• This topic could be more complete if you delved into the historical functions of both genres. Horror studies traditionally position the horror genre as a means of confronting taboo or unfamiliar things. Why is it that demigods in Percy Jackson are the only ones allowed to witness - regardless of the risk - beings that can cause insanity, whereas Lovecraft's works allow ordinary people to peek behind the veil? Could that be because fantasy-as-escapism invites an extra distance between the reader and the horrifying truths they're confronting? Try looking into some theorists or case studies examining the functions of cosmic horror and YA fantasy. – CharlieSimmons 8 months ago
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      The Role of Magical Realism in Contemporary Literature

      Magical realism is a literary genre that combines elements of the fantastical with the ordinary, blurring the lines between reality and imagination. When writing on this topic, one can explore the significance of magical realism in contemporary literature and its impact on storytelling, symbolism, and thematic exploration. Additionally, one can delve into how authors employ magical realism to convey deeper truths about the human condition, cultural identity and social issues.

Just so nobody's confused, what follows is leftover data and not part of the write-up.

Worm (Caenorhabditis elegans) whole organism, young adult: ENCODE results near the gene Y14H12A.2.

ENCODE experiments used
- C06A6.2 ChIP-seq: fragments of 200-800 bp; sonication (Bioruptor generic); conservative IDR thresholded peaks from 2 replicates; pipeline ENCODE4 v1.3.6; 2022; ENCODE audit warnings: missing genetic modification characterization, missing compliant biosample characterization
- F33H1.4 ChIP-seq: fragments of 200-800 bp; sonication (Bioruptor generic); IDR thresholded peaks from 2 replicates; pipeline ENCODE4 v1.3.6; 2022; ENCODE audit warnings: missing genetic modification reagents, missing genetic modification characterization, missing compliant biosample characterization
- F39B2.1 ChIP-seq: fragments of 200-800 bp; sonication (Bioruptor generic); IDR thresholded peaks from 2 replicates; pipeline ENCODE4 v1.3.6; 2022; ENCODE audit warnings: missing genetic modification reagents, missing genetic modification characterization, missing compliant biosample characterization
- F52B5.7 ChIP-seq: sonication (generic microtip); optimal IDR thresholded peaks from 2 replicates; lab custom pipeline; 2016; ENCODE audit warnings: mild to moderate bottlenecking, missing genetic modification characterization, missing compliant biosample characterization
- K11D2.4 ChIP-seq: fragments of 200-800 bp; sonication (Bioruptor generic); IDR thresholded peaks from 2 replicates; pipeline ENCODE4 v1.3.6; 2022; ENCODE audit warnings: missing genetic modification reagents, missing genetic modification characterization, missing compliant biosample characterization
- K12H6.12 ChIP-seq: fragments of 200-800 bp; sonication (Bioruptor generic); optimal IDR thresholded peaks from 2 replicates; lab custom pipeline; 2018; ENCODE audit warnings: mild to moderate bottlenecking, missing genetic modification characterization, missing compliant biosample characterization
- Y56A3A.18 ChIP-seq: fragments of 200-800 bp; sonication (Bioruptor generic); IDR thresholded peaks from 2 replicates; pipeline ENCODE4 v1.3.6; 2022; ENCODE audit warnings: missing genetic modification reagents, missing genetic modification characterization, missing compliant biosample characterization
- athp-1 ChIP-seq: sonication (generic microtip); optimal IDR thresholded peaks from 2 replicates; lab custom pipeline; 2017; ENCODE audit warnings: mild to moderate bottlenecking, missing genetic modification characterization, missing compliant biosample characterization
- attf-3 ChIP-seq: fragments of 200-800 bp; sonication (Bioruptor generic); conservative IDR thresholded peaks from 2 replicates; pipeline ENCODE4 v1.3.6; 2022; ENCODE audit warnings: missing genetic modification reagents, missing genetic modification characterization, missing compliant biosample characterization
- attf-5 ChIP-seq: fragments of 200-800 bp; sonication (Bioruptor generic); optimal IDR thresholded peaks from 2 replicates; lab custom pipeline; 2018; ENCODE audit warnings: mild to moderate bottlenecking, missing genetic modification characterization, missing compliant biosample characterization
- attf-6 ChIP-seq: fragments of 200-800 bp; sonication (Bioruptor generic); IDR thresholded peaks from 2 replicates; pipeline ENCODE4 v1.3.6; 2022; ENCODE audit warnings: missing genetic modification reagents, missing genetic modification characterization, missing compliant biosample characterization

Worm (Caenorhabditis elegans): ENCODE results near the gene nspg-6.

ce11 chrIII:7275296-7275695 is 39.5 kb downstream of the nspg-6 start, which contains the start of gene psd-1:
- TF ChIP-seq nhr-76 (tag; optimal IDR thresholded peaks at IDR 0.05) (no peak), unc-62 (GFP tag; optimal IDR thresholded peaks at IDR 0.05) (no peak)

Perhaps consider discussing this topic in relation to well-known magical realism writers such as Haruki Murakami or Neil Gaiman. As a starting point, consider the following: how is this genre defined and how does it differ from other genres like fantasy/surrealism? How does magical realism challenge readers’ perceptions of reality and provoke them to question the nature of truth and existence? How can magical realism allow authors to explore complex themes and societal issues that might be difficult to address through realistic fiction?